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ALS162 an alternative to DCF77 time radio with Arduino Uno

ALS162, as DCF77, are time radio transmitters in Europe. ALS162 has the advantage having an excellent immunity from electromagnetic noise

Before the world of the internet and GPS, the way to set the same time throughout a country was to use a radio station. There were at least 5 of these special radio stations in Europe until the 1990s, of which only 2 are still operating today: the very popular DCF77 in Germany and the rather unknown ALS162 in France.

DCF77 is a 50 kW, 77.5 kHz transmitter based at Mainflingen in Germany, detail can be found here:

ALS162 is a 800 kW, 162 kHz transmitter based at Allouis in France, detail are available here: in English or in French

Both use similar time signal code sequence.

Most descriptions of time radio devices made or sold are based on DCF77. To make things easier for the do-it-yourselfer, there are also ready-made receiver modules for DCF77, made in China and very, very cheap…

Also, ALS162 is much less documented than DCF77, and can be considered more difficult to build, as it is a phase-modulated signal, while DCF77 is a very simple AM signal.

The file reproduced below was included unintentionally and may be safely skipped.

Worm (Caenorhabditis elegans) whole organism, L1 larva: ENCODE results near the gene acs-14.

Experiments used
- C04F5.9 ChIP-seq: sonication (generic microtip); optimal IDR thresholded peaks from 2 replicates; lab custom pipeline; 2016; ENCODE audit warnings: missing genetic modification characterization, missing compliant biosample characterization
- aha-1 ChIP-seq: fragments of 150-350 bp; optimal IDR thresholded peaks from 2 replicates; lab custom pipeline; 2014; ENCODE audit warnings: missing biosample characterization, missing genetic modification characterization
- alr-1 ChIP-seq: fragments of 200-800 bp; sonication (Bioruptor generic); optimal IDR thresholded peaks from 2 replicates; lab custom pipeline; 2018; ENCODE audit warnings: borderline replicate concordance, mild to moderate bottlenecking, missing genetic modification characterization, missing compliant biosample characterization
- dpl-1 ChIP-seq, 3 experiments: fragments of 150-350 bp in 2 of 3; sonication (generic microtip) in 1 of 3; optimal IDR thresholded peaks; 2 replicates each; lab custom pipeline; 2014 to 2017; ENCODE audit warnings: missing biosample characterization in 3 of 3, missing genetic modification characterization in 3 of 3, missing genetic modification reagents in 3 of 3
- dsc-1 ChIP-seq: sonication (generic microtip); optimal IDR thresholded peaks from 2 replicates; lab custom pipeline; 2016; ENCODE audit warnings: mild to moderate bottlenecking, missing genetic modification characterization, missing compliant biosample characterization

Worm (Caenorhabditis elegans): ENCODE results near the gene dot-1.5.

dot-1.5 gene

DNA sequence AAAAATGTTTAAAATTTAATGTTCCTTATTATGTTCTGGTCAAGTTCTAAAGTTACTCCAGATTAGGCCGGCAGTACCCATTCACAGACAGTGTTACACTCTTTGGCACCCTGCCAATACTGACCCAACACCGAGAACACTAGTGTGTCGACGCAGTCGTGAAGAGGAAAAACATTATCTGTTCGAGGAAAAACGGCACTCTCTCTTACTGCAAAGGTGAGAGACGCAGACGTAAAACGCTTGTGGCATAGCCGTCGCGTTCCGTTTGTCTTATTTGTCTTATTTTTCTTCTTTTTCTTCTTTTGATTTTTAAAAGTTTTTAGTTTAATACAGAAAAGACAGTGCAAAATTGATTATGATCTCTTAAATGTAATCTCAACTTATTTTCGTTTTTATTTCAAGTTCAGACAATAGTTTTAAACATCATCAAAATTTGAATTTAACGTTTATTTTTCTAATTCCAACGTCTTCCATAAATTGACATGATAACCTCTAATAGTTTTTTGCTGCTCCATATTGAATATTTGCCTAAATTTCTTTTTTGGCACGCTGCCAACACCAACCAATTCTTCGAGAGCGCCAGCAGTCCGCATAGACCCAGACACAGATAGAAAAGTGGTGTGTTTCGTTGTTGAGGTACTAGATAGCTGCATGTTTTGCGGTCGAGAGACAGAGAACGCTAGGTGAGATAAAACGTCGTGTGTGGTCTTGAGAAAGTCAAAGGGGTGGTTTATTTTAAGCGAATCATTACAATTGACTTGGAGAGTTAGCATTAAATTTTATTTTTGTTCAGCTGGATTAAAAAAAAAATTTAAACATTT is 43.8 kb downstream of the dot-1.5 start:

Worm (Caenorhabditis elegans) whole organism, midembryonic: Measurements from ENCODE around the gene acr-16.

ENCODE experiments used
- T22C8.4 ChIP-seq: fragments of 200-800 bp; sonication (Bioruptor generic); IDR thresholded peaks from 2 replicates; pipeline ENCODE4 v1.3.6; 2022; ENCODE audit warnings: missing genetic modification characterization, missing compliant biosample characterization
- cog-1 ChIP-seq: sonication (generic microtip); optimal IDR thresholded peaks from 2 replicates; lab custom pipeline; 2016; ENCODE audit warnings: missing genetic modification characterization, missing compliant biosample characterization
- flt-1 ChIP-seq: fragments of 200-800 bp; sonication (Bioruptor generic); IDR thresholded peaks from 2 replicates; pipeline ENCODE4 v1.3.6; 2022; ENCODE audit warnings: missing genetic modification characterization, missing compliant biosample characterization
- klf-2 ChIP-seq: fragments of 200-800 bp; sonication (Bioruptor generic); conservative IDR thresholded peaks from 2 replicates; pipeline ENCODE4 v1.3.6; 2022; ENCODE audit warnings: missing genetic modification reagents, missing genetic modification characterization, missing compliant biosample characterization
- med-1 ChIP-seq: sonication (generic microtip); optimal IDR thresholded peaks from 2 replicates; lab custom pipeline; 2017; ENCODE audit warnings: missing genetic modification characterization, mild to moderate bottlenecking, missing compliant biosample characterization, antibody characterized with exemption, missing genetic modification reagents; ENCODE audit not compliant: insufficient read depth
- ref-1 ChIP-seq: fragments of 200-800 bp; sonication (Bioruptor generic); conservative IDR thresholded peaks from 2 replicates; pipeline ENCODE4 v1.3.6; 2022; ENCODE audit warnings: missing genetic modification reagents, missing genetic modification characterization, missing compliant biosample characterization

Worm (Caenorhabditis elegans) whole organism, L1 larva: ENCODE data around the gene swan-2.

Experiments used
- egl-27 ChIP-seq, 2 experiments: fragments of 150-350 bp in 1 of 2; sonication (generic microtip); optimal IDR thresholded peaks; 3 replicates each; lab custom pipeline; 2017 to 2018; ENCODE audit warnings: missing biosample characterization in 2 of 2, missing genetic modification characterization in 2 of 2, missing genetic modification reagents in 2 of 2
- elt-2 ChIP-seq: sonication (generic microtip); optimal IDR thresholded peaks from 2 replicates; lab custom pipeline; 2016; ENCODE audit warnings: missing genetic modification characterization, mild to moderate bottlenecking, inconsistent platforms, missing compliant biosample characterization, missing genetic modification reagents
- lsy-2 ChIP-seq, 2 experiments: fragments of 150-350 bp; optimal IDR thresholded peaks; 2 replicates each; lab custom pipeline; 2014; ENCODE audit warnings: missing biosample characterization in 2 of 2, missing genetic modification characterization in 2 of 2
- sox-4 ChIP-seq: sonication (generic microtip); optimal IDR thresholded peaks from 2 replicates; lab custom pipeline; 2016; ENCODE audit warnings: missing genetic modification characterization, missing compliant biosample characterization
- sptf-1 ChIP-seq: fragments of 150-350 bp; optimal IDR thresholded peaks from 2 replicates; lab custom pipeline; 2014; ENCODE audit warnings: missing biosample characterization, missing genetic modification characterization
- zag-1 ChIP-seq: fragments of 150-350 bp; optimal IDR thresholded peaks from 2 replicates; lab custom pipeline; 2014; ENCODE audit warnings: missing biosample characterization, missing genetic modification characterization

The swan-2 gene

However, if you want to build your own receiver instead of using these ready-made modules, you will understand how hard it is to get the little LED to blink every second. Then it looks much easier to build a 162 kHz direct amplified receiver, as the power of the radio transmitter gives the ALS162 the advantage.

As DCF77 is modulated in AM, the first thought is that it is easy to handle, but it is also very sensitive to electromagnetic noise. So sensitive, in fact, that it is almost necessary to move the microprocessor used to decode and display the time away from the receiver, at the risk of interfering with the reception of the signal.

Instead, the ALS162, with its phase modulation method (very similar to FM), gains a very great advantage in terms of immunity to electromagnetic noise. Even all those modern LED lamps with their buck converters, as well as any device that requires a voltage converter power supply, are no longer a threat.

This manual explains step by step how to build an ALS162 receiver with its time decoder in the simplest way possible.”

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